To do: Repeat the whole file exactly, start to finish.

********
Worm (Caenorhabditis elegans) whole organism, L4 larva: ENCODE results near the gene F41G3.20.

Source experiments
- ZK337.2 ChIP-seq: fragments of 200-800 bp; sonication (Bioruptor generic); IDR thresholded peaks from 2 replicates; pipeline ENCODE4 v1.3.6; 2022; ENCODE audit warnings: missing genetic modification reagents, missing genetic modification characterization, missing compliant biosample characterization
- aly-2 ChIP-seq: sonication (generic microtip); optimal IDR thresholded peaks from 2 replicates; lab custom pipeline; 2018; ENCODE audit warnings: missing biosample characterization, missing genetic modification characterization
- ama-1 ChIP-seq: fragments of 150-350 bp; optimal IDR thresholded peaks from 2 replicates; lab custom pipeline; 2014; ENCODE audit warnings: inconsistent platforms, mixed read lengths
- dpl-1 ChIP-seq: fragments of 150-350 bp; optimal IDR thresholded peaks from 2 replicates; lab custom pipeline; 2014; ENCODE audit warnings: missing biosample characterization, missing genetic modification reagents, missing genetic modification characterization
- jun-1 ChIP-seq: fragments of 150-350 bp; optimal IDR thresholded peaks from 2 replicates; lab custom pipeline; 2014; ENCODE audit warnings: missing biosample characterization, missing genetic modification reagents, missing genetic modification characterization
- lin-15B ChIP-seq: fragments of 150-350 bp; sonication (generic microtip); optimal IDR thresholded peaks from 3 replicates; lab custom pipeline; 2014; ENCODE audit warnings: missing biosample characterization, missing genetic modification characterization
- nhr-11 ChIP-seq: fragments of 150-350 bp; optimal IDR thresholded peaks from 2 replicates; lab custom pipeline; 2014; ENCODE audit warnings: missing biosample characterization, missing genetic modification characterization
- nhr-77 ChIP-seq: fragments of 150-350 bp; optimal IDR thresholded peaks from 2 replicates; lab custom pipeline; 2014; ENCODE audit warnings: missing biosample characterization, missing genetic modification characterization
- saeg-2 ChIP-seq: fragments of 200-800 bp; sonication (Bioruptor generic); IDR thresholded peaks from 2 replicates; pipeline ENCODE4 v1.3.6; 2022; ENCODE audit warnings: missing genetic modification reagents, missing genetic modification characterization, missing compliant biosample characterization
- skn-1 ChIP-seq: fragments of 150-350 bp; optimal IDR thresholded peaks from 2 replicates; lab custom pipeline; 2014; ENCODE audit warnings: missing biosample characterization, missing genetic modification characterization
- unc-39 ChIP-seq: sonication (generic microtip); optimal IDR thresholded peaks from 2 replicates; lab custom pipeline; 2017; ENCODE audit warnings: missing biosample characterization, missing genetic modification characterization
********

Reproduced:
Worm (Caenorhabditis elegans) whole organism, L4 larva: ENCODE results near the gene F41G3.20.

Source experiments
- ZK337.2 ChIP-seq: fragments of 200-800 bp; sonication (Bioruptor generic); IDR thresholded peaks from 2 replicates; pipeline ENCODE4 v1.3.6; 2022; ENCODE audit warnings: missing genetic modification reagents, missing genetic modification characterization, missing compliant biosample characterization
- aly-2 ChIP-seq: sonication (generic microtip); optimal IDR thresholded peaks from 2 replicates; lab custom pipeline; 2018; ENCODE audit warnings: missing biosample characterization, missing genetic modification characterization
- ama-1 ChIP-seq: fragments of 150-350 bp; optimal IDR thresholded peaks from 2 replicates; lab custom pipeline; 2014; ENCODE audit warnings: inconsistent platforms, mixed read lengths
- dpl-1 ChIP-seq: fragments of 150-350 bp; optimal IDR thresholded peaks from 2 replicates; lab custom pipeline; 2014; ENCODE audit warnings: missing biosample characterization, missing genetic modification reagents, missing genetic modification characterization
- jun-1 ChIP-seq: fragments of 150-350 bp; optimal IDR thresholded peaks from 2 replicates; lab custom pipeline; 2014; ENCODE audit warnings: missing biosample characterization, missing genetic modification reagents, missing genetic modification characterization
- lin-15B ChIP-seq: fragments of 150-350 bp; sonication (generic microtip); optimal IDR thresholded peaks from 3 replicates; lab custom pipeline; 2014; ENCODE audit warnings: missing biosample characterization, missing genetic modification characterization
- nhr-11 ChIP-seq: fragments of 150-350 bp; optimal IDR thresholded peaks from 2 replicates; lab custom pipeline; 2014; ENCODE audit warnings: missing biosample characterization, missing genetic modification characterization
- nhr-77 ChIP-seq: fragments of 150-350 bp; optimal IDR thresholded peaks from 2 replicates; lab custom pipeline; 2014; ENCODE audit warnings: missing biosample characterization, missing genetic modification characterization
- saeg-2 ChIP-seq: fragments of 200-800 bp; sonication (Bioruptor generic); IDR thresholded peaks from 2 replicates; pipeline ENCODE4 v1.3.6; 2022; ENCODE audit warnings: missing genetic modification reagents, missing genetic modification characterization, missing compliant biosample characterization
- skn-1 ChIP-seq: fragments of 150-350 bp; optimal IDR thresholded peaks from 2 replicates; lab custom pipeline; 2014; ENCODE audit warnings: missing biosample characterization, missing genetic modification characterization
- unc-39 ChIP-seq: sonication (generic microtip); optimal IDR thresholded peaks from 2 replicates; lab custom pipeline; 2017; ENCODE audit warnings: missing biosample characterization, missing genetic modification characterization